Goniocyst. Minute round propagule formed of cells wrapped in fungal hyphae
Gyrose. Folded circularly, with infolded margins
Hamethecium. Tissues separating the asci in the fruiting body
Hapters. Sucker-like mass of adhesive hyphae attaching some lichens to the substratum
Holdfast. Root-like structure attaching some lichens to the substratum
Hypha(ae). Fungal filament
Hyphomycete. Asexually reproducing group of fungi
Hypothallus. Dark felted under-surface comprised of a layer of fungal tissue without photobiont cells
Hypothecium. Layer below the thecium
Immarginate. Without a clearly defined margin
Immersed / Innate. Fruiting bodies more/less within the thallus or substratum
Index of Ecological Continuity (IEC). The percentage of 20 selected old-forest indicator species that occur in a particular site
Involucrellum. External cover of some perithecia, surrounding and distinct from the exciple
Involute. Margins rolled in
Isidiose. With the appearance of isidia
Isidium(ia). Tiny detachable outgrowths containing both fungal and algal cells for vegetative dispersal.
Isolichen. Starch-like substance produced by some lichens
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Lacerate. Margins irregularly torn or cut
Laminal. On the surface of the lobes
Lax. Loose, flexible
Lecanoride. Apothecium with a thalline margin similar to the thallus
Lecideine. Apothecium with a proper margin of a different colour to the thallus
Leprose. Thallus comprised of powdery mass of algal and hypal cells without a cortex
Lichenicolous. Growing on lichens
Lichenometry. Measurement of lichen growth that is used as a technique for dating rock surfaces
Lignicolous. Growing on cut or exposed wood, not on bark, (corticolous)
Lirella(ae). Narrow elongated apothecium, usually with carbonaceous margin
Littoral. Area of seashore regularly submerged by tide, dominated by marine algae and barnacles.
Lobulate. With small lobes
Maculate. Blotched, patchy or spotted
Marginate. With clearly defined edge
Medulla. Inner part of thallus below the cortex and algal layer. Usually comprised of loosely packed fungal hyphae
Mesic-supralittoral. Wettest part of the supralittoral (seashore) zone, occasionally splashed by waves
Metallophytes. Species confined to substrata with very high heavy metal contents
Microhabitat. Ecological niche within a larger habitat e.g the lower surface of a rock, a bark crevice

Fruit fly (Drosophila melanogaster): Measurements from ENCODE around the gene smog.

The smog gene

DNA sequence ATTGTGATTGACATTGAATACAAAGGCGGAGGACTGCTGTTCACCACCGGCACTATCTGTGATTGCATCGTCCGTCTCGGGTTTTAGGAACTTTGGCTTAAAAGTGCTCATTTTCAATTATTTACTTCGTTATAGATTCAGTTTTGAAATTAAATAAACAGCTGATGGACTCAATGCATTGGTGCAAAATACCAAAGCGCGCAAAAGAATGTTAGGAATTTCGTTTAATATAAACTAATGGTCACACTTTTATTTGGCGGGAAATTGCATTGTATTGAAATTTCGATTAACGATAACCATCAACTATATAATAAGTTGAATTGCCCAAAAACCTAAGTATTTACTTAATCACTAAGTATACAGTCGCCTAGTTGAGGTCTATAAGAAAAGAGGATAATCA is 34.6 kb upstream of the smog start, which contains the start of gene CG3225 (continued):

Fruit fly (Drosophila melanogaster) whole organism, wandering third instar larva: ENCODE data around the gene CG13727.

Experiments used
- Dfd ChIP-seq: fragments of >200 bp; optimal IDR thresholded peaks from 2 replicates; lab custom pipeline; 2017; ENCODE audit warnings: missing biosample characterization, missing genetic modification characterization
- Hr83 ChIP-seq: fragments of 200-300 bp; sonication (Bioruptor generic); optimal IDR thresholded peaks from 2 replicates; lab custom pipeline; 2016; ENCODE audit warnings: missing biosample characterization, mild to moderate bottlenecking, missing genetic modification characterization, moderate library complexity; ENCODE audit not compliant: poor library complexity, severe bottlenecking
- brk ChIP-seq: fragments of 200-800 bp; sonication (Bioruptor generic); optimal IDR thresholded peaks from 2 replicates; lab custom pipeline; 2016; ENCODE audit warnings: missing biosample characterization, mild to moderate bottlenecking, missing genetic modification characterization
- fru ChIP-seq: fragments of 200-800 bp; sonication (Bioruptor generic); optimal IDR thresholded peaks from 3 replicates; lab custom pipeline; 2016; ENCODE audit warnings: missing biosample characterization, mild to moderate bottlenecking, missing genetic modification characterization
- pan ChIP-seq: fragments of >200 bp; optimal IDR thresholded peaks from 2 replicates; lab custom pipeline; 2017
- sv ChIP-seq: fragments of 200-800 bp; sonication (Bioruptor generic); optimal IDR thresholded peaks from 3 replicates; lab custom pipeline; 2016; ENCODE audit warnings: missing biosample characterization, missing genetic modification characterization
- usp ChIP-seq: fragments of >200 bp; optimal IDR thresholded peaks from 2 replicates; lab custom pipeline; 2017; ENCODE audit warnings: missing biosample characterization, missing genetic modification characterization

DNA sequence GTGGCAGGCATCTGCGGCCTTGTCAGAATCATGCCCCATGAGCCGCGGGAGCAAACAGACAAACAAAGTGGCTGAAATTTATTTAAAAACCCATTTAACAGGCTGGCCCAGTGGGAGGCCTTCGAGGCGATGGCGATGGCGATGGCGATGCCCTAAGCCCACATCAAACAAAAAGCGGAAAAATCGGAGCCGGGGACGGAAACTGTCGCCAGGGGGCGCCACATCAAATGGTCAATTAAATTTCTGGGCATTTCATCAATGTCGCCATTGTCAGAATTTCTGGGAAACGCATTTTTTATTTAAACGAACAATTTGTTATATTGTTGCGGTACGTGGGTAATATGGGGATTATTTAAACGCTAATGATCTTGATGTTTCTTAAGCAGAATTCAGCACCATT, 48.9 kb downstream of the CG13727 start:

Morph. Particular form or shape produced by different stimuli
Mucronate. Ending in short, sharp point
Muscicolous. Growing on or over moss
Mycobiont. The fungal partner
Necral. Of dead tissue, white, granular appearance
Neutrophilous. Prefers neutral or basic surfaces
Nitrophilous Prefers nitrogen-rich substratum
Nutrient-enriched. Substratum enriched by fertilizer, bird droppings, etc
Nutrient-rich. Usually refers to bark that is rich in basic compounds, non-acidic
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Obligate. Restricted to a particular substratum, host or method of nutrition
Obtuse. Branching at a wide angle or having rounded ends
Oceanic. The damp, mild west coasts of Ireland and Britain
Old-forest indicator species. Species that are characteristic of woods and forests with long continuity of mature trees. Used in calculation of Index of Ecological Continuity
Oligotrophic A body of water that is poor in nutrients
Orbiculate. Circular outline
Ostiole. The opening at the top of a perithecium
Palmate. Shaped like the palm of a hand
Papilla(ae). Small finger-like or or wart-like protuberance
Peltate. Plate-like with short stalk from centre of lower surface
Perispore. Colourless layer surrounding the spore wall
Perithecium(ia). Flask-shaped or sub-globose fruiting body. Hymenium not exposed
Photobiont. Photosynthesising partner, can be green algae or a cyanobacterium (blue-green algae)
Phyllocladia. Small leaf-like lobes
Pioneer species. First species to establish themselves on a substratum
Placodioid. Crustose lichen with lobed margins
Plicate. Folded into pleats